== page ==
Our opposition parties, in particular, and sections of our press, more generally, have tried to give the impression that international donors are stingy with Pakistan because of the government’s lack of credibility. I disagree and suggest that those arguing this position should read some of the comments to articles in the foreign press urging donors to aid Pakistan in its time of need. Even progressive publications like The Guardian and MSNBC’s site have plenty of comments suggesting that Pakistanis are terrorists so who cares if they drown.
It is this association with the Taliban’s image that has hurt Pakistan far more than the government’s credibility, for Pakistan is not the only developing country with corrupt leadership. There are ways around that if international donors are serious about helping out. There is no compulsion of going through government channels. Aid can be sent directly to trusted Pakistani charities. Moreover, internationally-known NGOs, such as Oxfam or Medecins Sans Frontieres, working to collect funds for Pakistan’s flood victims are way behind in their targets. There should be no credibility issue here as these groups have excellent track records. It is simply that Pakistan has suffered from such bad press in connection to terrorism in recent years that the few opinion-makers and journalists who are writing about the need to help innocent Pakistanis are simply not being heeded.
On the other hand, some charities that have managed to collect sizeable funds are those that evoke feelings of sympathy among fellow Muslims, names like Islamic Relief. Saudi Arabia’s private telethon collected $110 million, which must be lauded as the largest private contribution from any country yet. However, other oil-rich Gulf countries, such as the UAE or Qatar, have given virtually nothing, while Kuwait has only offered about $5 million, which incidentally, is the same amount that India has offered. As a comparison, Kuwait gave $500 million when Hurricane Katrina struck, while Qatar gave $100 million.
This is however no time for holding on to ego. Pakistan must accept funds, no matter where they come from. Otherwise we would be wronging our own people. This is no time for attitude towards old enemies or sifting through agendas (whether right-wing or left-wing) of potential donors. The immediate need is to feed, provide shelter for and curb the spread of disease among the hundreds of thousands that have lost everything. The threat of recruitment by extremist forces among those displaced is also perhaps misplaced. In the immediate aftermath of this catastrophe, most flood victims are simply too concerned about the very basics of life to think about ideology. They may riot for lack of basic amenities but it is unlikely they will be lured into fundamentalism at this stage.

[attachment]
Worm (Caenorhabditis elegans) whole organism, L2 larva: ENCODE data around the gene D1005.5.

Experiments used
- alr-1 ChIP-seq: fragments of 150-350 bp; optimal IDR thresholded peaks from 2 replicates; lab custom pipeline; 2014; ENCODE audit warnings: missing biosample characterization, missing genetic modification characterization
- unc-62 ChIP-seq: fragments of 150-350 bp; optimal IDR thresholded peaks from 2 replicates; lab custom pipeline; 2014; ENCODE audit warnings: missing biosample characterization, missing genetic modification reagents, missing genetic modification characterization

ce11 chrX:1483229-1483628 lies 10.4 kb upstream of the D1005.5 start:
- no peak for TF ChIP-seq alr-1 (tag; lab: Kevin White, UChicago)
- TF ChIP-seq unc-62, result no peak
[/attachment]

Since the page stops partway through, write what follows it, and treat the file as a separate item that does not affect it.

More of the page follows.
Later, when we are in a position to reconstruct, coordination will be the greatest challenge. The lacklustre response by the international community may present only one silver lining: it will force us to look inward and tap indigenous resources. Haiti was promised much more than Pakistan by the world but very little of it actually materialised. Since we are not promised much to begin with, we need to look actively at Pakistani sources. This includes not just wealthy Pakistanis in the country but also those abroad who are willing to help, including those who may be dual or triple nationals, but see themselves primarily as Pakistani. The government needs to bolster its role as facilitator and help channelise these resources. Without involving itself in fund collection, it needs to nevertheless help identify those who can contribute large sums of money and encourage them to pick NGOs of their choice to work with. The media can help cover these efforts to maintain transparency.
Pakistani embassies abroad should be actively seeking out and preparing lists of large donors of Pakistani origin. There are some who can spare a million dollars each, others half a million, and perhaps many who can give a quarter of a million. These people need to be brought on board and partnered with various NGOs and government authorities to help rebuild.
Published in The Express Tribune, August 20th, 2010.
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